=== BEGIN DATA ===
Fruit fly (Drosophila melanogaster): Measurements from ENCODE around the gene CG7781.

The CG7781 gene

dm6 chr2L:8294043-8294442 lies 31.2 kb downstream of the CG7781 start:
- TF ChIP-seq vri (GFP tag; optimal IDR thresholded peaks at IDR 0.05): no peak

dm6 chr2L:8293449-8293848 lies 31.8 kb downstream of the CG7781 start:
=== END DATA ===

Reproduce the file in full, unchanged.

Fruit fly (Drosophila melanogaster): Measurements from ENCODE around the gene CG7781.

The CG7781 gene

dm6 chr2L:8294043-8294442 lies 31.2 kb downstream of the CG7781 start:
- TF ChIP-seq vri (GFP tag; optimal IDR thresholded peaks at IDR 0.05): no peak

dm6 chr2L:8293449-8293848 lies 31.8 kb downstream of the CG7781 start: